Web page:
‘Il faut finir l’ouvrage, ou mourir à la peine’, declares a brass plaque attached to the lock-keeper’s house at the picturesque Ecluse de la Criminelle. ‘Better to die in the process, than to leave this great work unfinished.’ That might not be the best translation – but it certainly sums up the spirit of the historic Canal du Midi. It is the most famous canal in France, dating from the 17th century and passing through ancient towns like Carcassonne and Béziers that have remained unchanged over the centuries. Meandering through the rugged hinterland of the Languedoc-Roussillon, shaded by plane trees and acres of vineyards and never-ending orchards of peach and cherry trees, it is a must for those with a love of France and a taste for adventure and fun. And an opportunity which is now possible thanks to a special offer between Living France magazine and Crown Blue Line.Southern France has a network of more than 700 km of navigable waterways. In the west, the mighty Garonne and its tributaries offer many exceptional cruising possibilities. In the East, a series of shallow lakes, rivers and canals lead us along behind the Mediterranean coast towards the flat plains of the Camargue and the Rhone valley. But it is the Canal Du Midi which provides the link between these two distinctive regions. This ancient canal, with its little humpbacked bridges and distinctive oval locks, continues to cast its spell over travellers as it has done for more than three hundred years. A historical waterway of exceptional beauty, it has at last been given the recognition it merits having been classified as a world heritage monument by UNESCO.The first projects for a canal to link the Mediterranean and the Atlantic date back to the beginning of the 16th century. But the cost of such an enterprise and enormous technical difficulty of finding a water supply were insurmountable obstacles. That was until the completion of the Canal de Briare in 1642 demonstrated that the construction of an artificial waterway linking two river valleys was possible. Enter one Pierre-Paul Riquet, a salt tax collector from Béziers, who made the journey north to Briare to study the new canal. In 1663, accompanied by no less a figure than the Archbishop of Toulouse, Monsiegneur D’Anglure, he set out for Versailles, to submit to the famous finance Minister Colbert his proposal for a "Canal de Communication des Deux Mers". With the help of the learned Archbishop, Riquet was able to convince Colbert, and in turn Louis XIV, of the value of his project. Above all, he showed that the problem of water supply could be solved by diverting several small streams in the Black Mountains towards the Canal’s highest point at Naurouze.Riquet must certainly have impressed the French Finance Minister. For despite the substantial contribution from the Royal Treasury, Colbert had no hesitation in transferring both the property and the administration of the Canal to the Riquet family "which would maintain it with care and vigilance, having all the more advantage in so doing for the fact of its being their own property". Colbert’s judgement was vindicated by the extraordinary contribution of Riquet and the devotion of his successors, who continued for many years to invest in the Canal.The first stone was laid for the reservoir of St. Ferréol in April 1667, and in November of the same year work was begun on the first lock at Toulouse. The section of the canal between Toulouse and Trèbes was completed in only five years despite several modifications ordered by Riquet. For example, he demolished the first locks to reduce their height and rebuilt the chambers with the oval shape that makes them so distinctive today. This attention to detail ensured that the canal would function well from the very beginning, and would outlast more recent canals. The second part of the canal, from Trèbes to Sète, begun in 1672, proved much more troublesome. A difficult terrain with many river crossings added to the costs and delayed the completion. Several different routes were debated, and its surely further proof of Riquet’s genius that he chose the more difficult one on the left bank of the Aude which kept the canal above the worst possible floods. Riquet’s descendants observed that the cuttings of Millegrands, St-Julien and Dejean required more gunpowder than any battle.Riquet’s detractors became more vociferous as his project slowly advanced, plagued with technical and financial problems. Even his friend Colbert expressed reservations, and sent a representative of the court to ensure that costs were kept to a minimum. Riquet resented the presence of this gentleman, whom he regarded as a spy. Their confrontation was brought to a head when the course chosen by Riquet for the Canal brought it to the foot of the Ensérune Mountain. Here it appeared that he was at last defeated. Works were stopped and the King’s emissary set off for Paris for further instructions. Meanwhile, Riquet noticed that there already existed a small tunnel underneath the mountain that drained the Etang de Montady. Encouraged by this, he transferred all his workers to the site and dug another narrow passage through the mountain to prove that a larger canal was feasible. The tunnel, begun in 1679, and completed in 1680, enabled Riquet to continue the canal to his own hometown to Béziers.At last completed, the canal was inspected and filled with water in 1681. Several more official inspections in 1683 and 1684 provided the occasion for the King’s emissaries to admire this magnificent construction, and to taste the specialities of the canal side inns. For example, in July 1685, Mr. Daguesseau set out from Marseillan towards Toulouse in a lavishly appointed barge called the Heureuse. Along the way, he remarked on the lines of Italian poplars and ash trees, and the irises grown along the water’s edge.At the time of the French Revolution the administration of the canal passed into the hands of the newly formed République. From 1810, the partly state-owned and partly private Compagnie du Canal Du Midi administered the Canal, but the extraordinary spirit of the family enterprise was maintained, and the Canal prospered. From 1858 it was leased to its own worst enemy, the railway company that had just completed the line from Bordeaux to Narbonne. And so the inevitable decline began.Since 1898 the canal has been managed for the state by the Service de la Navigation, but the structure established at its very beginnings has been maintained. The canal is under the overall responsibility of a Chief Engineer in Toulouse.It would be a fitting conclusion, would it not, to come up with a happily-ever-after story. This was not the case, hélas, for our hero Riquet, ruined and embittered by the vehemence of his opponents, died in 1680, just six months before his dream materialised. Which means that we have to complete this journey where we began – on the Ecluse de la Criminelle. Remember that brass plaque? ‘Il faut finir l’ouvrage, ou mourir à la peine’. But if you cast your eyes slightly to the right of the lock-keeper’s house – there is a another plaque, which tends to escape the attention of most passers-by. ‘Tant que le monde durera, ton nom Riquet retintira’, it declares. ‘So long as this world will last, so your name Riquet will ring out’. Words which, who knows, might allow the great, late Riquet to finally rest in peace.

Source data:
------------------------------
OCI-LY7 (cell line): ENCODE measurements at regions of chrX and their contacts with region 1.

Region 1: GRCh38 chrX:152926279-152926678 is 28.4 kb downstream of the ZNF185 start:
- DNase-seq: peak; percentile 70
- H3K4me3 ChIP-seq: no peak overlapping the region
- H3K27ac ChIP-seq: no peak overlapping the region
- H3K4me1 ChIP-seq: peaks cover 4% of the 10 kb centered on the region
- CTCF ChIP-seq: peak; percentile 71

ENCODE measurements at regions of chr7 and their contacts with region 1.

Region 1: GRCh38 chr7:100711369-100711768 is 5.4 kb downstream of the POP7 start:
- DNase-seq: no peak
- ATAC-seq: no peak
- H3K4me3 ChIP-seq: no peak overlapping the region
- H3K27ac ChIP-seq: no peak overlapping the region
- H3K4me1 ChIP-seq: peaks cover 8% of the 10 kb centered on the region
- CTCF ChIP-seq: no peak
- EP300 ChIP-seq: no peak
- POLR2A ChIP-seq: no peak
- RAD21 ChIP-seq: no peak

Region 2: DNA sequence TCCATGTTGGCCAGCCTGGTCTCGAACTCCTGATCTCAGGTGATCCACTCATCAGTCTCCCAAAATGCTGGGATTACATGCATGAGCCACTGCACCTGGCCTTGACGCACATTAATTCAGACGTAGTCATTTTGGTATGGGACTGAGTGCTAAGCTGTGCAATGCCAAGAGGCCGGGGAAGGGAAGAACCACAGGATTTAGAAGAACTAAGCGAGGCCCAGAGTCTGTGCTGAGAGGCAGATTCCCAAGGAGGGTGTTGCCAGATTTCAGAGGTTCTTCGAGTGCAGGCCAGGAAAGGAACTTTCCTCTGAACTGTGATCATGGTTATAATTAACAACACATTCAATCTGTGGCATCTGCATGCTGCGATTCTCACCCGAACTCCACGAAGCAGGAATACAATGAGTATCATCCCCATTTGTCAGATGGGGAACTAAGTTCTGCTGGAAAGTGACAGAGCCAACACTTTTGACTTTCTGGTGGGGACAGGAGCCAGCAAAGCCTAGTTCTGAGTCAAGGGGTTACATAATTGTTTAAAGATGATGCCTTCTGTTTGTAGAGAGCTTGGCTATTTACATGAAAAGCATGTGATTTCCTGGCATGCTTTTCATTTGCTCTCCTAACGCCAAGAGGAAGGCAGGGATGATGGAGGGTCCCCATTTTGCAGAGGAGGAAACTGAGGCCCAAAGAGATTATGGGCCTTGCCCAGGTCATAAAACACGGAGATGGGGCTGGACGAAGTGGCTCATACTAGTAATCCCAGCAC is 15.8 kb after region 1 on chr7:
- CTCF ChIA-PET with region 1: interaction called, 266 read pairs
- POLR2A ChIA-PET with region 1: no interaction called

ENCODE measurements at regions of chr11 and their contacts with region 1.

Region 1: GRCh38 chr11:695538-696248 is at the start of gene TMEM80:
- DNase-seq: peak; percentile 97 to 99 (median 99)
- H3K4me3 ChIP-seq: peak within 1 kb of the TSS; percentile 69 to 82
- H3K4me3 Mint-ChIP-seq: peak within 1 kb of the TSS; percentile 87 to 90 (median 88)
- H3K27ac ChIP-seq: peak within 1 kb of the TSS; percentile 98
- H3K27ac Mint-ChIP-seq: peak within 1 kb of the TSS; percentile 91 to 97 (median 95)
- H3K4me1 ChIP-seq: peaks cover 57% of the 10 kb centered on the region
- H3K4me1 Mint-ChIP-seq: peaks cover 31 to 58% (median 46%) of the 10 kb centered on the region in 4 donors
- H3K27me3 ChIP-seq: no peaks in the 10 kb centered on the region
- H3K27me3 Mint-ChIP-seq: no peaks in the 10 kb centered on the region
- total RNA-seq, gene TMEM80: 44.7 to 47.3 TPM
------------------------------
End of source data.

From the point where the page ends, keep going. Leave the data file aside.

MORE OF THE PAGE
You will be unlikely to rest at all, it is worth reminding readers, in that a cruise along the Canal du Midi whilst relaxing and enjoyable in the extreme – is also hard work. ‘Another one coming up’, my wife would call out, announcing our imminent arrival at another lock. Which means its all hands on deck, ropes thrown up, barge pulled in, bash to the left, and boogey to the right. I am sure you know what I mean. Thank goodness that these are eminently French canals – in other words – fermés pendant le déjeuner!



The main Web site of freelance writer Jeremy Josephs is at Please check there if you might be interested in engaging him as a writer.

Many of his articles are available online. Please check the sitemap for a complete list.